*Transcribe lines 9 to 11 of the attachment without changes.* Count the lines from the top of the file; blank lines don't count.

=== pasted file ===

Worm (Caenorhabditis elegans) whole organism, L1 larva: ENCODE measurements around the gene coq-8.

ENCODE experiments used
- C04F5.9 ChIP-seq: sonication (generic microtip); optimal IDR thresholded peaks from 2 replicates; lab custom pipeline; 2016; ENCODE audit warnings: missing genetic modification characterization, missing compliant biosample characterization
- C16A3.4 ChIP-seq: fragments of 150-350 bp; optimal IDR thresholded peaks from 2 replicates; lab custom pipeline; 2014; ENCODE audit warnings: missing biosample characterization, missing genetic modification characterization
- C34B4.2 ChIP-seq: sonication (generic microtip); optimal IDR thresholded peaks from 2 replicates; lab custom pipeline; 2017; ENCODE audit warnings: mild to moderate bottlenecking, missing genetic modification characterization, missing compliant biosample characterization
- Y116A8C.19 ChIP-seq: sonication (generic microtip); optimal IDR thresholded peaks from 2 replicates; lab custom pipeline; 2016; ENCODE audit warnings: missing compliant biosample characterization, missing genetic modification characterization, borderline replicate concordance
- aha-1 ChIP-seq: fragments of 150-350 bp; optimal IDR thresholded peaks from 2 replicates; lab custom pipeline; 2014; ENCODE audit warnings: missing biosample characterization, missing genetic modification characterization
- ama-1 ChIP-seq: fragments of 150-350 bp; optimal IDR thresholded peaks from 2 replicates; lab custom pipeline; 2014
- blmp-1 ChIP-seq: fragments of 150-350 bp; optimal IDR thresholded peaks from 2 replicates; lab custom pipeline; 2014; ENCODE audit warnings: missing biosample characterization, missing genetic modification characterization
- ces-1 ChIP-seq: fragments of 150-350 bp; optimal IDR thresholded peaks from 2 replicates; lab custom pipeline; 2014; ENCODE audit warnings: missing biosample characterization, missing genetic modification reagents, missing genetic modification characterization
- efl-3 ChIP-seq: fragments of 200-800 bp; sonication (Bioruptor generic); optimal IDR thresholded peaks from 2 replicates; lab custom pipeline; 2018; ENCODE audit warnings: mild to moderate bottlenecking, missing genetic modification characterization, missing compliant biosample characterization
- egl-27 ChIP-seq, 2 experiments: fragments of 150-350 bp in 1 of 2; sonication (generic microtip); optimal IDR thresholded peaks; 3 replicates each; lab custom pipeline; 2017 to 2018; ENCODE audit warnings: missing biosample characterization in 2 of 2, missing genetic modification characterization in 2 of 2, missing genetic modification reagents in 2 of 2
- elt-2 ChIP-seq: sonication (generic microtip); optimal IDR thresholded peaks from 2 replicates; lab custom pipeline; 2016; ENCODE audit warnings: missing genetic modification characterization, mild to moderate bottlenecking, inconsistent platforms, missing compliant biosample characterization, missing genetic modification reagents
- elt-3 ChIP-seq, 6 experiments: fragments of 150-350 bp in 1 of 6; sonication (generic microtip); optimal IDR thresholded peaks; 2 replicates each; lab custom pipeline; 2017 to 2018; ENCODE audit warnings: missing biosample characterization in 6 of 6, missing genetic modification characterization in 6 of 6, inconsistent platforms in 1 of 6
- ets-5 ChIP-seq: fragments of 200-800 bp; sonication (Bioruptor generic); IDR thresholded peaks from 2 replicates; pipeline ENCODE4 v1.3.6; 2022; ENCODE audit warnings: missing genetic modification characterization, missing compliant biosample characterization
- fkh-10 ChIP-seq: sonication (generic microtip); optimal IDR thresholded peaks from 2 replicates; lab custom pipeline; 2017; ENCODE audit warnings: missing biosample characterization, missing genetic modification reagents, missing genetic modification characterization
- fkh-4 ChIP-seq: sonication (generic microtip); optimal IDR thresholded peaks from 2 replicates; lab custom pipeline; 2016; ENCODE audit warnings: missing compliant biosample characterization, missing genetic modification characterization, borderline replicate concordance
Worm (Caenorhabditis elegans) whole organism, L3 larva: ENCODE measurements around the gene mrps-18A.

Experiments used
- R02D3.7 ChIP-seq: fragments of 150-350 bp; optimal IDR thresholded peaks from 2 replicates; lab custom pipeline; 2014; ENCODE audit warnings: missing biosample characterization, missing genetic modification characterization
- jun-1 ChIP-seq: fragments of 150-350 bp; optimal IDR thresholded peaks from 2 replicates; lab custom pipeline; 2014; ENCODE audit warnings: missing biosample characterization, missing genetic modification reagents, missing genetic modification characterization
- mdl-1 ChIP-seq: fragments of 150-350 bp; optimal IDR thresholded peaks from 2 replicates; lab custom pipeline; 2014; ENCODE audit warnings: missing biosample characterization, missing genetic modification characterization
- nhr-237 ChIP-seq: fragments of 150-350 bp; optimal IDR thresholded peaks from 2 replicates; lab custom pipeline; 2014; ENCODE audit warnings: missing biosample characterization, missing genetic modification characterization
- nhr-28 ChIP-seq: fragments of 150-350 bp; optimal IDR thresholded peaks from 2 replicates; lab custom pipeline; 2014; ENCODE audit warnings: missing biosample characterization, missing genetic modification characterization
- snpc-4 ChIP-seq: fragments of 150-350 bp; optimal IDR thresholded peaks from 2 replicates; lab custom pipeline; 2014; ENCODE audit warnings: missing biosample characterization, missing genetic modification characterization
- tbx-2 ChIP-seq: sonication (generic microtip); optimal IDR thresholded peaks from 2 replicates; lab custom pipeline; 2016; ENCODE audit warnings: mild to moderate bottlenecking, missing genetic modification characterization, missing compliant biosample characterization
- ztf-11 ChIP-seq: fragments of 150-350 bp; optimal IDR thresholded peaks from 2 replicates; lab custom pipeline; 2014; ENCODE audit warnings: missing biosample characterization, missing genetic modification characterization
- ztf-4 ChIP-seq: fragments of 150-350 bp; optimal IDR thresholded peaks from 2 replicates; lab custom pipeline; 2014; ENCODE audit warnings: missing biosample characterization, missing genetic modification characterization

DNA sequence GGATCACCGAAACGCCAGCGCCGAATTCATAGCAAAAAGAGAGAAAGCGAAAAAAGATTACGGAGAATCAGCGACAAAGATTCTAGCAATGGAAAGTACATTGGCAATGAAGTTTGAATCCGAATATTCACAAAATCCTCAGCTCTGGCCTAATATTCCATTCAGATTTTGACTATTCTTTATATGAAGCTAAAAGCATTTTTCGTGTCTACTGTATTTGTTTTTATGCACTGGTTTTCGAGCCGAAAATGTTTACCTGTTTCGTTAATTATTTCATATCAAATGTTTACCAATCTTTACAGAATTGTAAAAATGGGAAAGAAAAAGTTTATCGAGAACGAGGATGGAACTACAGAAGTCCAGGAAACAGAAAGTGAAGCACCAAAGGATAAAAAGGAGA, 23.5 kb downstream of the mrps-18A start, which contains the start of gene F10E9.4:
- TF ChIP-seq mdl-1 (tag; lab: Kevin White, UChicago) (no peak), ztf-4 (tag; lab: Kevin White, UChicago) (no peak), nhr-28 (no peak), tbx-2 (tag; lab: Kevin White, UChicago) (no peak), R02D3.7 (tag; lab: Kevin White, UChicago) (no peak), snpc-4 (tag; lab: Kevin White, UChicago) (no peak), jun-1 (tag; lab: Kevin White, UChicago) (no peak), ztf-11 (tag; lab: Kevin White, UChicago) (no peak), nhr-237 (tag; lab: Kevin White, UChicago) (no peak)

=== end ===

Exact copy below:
- blmp-1 ChIP-seq: fragments of 150-350 bp; optimal IDR thresholded peaks from 2 replicates; lab custom pipeline; 2014; ENCODE audit warnings: missing biosample characterization, missing genetic modification characterization
- ces-1 ChIP-seq: fragments of 150-350 bp; optimal IDR thresholded peaks from 2 replicates; lab custom pipeline; 2014; ENCODE audit warnings: missing biosample characterization, missing genetic modification reagents, missing genetic modification characterization
- efl-3 ChIP-seq: fragments of 200-800 bp; sonication (Bioruptor generic); optimal IDR thresholded peaks from 2 replicates; lab custom pipeline; 2018; ENCODE audit warnings: mild to moderate bottlenecking, missing genetic modification characterization, missing compliant biosample characterization